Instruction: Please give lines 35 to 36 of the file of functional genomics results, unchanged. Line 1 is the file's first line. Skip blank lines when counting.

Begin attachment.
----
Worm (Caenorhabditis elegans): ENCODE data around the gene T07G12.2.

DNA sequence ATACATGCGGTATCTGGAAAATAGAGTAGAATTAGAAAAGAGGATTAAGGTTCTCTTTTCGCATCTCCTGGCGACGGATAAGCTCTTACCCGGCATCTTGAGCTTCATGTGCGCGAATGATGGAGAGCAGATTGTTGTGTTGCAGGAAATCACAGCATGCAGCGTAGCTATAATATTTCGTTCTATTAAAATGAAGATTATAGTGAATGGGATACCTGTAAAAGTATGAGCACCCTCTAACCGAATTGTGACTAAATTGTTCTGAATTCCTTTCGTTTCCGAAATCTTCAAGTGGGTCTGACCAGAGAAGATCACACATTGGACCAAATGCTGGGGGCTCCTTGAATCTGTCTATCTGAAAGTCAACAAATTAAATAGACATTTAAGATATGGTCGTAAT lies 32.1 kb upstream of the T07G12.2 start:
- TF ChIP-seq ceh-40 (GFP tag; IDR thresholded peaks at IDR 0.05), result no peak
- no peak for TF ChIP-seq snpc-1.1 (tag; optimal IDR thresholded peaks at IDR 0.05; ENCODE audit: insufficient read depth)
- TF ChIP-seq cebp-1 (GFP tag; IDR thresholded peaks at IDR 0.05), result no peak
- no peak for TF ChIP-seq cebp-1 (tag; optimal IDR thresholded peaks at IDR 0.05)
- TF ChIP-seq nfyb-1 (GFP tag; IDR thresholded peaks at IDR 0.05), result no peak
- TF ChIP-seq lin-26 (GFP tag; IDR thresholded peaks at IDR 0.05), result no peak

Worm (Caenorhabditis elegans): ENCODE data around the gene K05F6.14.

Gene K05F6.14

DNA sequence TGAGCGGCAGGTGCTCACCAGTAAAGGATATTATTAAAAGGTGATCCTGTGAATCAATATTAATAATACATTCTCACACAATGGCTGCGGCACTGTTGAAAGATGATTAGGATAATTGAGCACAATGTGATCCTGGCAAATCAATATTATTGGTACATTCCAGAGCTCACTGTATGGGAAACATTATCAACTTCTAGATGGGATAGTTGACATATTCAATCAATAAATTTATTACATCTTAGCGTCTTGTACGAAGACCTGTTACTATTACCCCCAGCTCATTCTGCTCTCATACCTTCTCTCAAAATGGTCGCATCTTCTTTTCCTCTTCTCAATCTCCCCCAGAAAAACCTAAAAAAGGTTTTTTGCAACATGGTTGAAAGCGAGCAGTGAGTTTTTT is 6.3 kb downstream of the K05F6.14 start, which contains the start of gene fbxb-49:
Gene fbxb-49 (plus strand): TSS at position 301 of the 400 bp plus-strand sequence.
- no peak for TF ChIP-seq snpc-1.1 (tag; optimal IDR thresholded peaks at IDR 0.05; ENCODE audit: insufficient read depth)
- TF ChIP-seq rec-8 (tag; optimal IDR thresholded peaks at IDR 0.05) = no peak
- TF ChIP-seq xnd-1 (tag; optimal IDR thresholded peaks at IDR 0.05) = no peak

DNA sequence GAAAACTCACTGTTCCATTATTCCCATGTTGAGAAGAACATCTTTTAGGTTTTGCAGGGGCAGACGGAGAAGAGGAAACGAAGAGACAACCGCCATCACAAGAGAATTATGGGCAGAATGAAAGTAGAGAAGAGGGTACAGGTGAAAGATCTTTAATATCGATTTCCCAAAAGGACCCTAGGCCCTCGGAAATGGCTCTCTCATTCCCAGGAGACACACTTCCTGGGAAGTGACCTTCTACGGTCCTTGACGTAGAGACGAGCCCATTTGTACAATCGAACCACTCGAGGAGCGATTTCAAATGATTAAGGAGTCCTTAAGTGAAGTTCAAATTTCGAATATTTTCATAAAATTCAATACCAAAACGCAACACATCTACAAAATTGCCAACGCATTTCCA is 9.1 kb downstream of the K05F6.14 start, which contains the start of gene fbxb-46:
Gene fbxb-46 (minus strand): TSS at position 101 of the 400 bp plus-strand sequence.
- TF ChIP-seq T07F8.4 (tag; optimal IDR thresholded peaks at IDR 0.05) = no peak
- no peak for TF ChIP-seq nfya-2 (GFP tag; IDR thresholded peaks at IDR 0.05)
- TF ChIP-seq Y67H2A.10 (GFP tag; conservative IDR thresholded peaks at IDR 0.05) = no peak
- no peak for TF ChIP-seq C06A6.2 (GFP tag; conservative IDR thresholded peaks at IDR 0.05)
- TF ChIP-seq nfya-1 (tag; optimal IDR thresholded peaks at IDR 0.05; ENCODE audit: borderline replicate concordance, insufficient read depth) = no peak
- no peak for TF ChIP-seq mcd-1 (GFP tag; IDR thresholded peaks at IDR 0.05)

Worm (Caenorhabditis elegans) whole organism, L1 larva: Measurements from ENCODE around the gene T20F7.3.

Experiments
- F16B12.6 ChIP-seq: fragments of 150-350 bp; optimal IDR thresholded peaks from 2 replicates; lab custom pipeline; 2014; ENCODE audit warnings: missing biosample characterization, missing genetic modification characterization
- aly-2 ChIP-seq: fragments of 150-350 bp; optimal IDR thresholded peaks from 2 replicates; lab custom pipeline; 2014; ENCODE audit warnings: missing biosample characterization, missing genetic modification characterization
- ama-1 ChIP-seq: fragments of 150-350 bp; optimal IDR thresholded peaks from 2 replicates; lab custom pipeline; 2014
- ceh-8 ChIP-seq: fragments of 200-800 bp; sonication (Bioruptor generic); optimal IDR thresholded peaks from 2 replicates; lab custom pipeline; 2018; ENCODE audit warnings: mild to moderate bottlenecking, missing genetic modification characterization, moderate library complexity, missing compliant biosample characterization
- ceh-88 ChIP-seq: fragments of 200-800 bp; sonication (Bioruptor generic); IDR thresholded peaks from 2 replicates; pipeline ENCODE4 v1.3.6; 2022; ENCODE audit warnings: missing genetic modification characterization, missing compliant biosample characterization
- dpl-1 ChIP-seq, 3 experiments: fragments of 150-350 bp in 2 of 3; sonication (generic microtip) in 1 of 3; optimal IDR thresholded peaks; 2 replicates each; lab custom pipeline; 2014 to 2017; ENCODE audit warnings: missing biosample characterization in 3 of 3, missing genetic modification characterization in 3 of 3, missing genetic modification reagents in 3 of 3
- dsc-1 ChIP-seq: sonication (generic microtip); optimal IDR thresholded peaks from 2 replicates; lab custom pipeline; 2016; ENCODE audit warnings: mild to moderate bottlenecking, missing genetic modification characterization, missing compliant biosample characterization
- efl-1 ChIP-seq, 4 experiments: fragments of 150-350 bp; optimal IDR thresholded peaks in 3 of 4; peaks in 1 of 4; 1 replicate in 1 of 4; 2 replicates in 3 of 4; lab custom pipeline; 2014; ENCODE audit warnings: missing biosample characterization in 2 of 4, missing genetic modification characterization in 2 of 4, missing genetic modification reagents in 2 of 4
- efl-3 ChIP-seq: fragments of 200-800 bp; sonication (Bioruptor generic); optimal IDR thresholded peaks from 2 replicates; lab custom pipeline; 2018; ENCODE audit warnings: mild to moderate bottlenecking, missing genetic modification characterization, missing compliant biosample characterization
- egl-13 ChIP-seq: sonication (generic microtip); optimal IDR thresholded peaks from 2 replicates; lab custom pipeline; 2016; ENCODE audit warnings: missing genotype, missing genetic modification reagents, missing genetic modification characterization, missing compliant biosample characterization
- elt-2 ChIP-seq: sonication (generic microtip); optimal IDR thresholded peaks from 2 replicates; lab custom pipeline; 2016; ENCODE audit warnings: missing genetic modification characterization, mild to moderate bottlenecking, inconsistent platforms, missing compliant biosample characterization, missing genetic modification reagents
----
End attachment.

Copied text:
- egl-13 ChIP-seq: sonication (generic microtip); optimal IDR thresholded peaks from 2 replicates; lab custom pipeline; 2016; ENCODE audit warnings: missing genotype, missing genetic modification reagents, missing genetic modification characterization, missing compliant biosample characterization
- elt-2 ChIP-seq: sonication (generic microtip); optimal IDR thresholded peaks from 2 replicates; lab custom pipeline; 2016; ENCODE audit warnings: missing genetic modification characterization, mild to moderate bottlenecking, inconsistent platforms, missing compliant biosample characterization, missing genetic modification reagents